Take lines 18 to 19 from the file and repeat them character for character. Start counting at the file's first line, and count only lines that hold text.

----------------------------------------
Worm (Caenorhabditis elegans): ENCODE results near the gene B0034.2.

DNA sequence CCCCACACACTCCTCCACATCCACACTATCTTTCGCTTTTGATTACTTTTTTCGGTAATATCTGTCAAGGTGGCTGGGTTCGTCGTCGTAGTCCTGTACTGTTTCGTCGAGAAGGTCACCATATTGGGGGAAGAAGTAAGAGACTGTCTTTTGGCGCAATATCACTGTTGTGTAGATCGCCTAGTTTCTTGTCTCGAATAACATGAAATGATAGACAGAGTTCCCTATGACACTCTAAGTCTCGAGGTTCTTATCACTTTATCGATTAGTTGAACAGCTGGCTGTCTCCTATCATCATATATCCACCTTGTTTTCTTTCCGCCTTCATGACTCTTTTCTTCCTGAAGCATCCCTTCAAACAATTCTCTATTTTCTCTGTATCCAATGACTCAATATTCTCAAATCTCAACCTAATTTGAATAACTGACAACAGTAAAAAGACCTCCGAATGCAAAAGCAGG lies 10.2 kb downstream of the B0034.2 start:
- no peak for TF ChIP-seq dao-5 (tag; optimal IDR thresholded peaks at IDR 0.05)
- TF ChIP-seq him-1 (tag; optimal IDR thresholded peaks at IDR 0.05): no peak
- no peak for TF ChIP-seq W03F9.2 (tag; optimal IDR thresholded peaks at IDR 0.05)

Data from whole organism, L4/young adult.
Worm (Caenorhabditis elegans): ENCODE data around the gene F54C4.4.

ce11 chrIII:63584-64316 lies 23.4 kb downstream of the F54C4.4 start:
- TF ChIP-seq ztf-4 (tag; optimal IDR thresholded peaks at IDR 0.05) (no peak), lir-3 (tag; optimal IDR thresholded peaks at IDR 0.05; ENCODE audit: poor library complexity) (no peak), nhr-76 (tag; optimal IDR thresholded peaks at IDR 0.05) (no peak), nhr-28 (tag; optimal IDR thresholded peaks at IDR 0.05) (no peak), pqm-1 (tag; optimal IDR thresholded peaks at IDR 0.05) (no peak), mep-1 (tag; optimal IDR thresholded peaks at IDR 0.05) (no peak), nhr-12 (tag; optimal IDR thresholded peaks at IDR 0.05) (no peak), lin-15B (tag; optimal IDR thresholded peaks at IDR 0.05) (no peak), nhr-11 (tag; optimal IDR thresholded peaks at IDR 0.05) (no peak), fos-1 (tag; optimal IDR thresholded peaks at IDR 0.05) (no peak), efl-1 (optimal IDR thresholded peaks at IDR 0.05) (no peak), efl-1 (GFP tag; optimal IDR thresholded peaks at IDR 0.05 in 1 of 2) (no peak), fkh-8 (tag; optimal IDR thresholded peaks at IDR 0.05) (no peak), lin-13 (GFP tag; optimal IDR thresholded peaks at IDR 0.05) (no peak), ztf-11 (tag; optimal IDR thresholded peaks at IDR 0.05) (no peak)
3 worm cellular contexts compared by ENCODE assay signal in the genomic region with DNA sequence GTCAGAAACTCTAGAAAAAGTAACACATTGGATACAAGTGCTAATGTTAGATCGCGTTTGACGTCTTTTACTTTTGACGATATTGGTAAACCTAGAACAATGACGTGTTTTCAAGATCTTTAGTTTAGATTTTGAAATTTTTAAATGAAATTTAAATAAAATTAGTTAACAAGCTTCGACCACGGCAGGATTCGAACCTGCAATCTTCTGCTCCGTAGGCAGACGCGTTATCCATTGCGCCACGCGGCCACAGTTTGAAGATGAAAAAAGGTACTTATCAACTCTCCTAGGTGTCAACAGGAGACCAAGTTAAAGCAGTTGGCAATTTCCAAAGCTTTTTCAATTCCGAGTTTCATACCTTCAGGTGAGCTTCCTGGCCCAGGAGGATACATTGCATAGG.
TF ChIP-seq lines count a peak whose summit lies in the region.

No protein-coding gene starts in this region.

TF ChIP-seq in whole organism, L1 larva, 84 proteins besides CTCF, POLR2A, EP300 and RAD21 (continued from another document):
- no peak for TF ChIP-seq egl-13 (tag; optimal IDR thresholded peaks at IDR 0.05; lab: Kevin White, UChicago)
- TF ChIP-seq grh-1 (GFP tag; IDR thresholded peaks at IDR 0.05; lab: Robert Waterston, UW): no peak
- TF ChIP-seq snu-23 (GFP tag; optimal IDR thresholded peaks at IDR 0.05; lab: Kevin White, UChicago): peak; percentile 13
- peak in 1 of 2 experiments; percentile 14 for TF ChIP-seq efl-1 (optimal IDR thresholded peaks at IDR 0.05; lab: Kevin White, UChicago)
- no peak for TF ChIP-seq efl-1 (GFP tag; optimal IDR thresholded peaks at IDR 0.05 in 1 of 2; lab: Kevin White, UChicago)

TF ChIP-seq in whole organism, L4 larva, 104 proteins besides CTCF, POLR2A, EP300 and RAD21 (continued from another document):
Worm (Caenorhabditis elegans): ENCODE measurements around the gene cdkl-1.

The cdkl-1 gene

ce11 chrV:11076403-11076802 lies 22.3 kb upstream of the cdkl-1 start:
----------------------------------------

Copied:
- no peak for TF ChIP-seq efl-1 (GFP tag; optimal IDR thresholded peaks at IDR 0.05 in 1 of 2; lab: Kevin White, UChicago)

TF ChIP-seq in whole organism, L4 larva, 104 proteins besides CTCF, POLR2A, EP300 and RAD21 (continued from another document):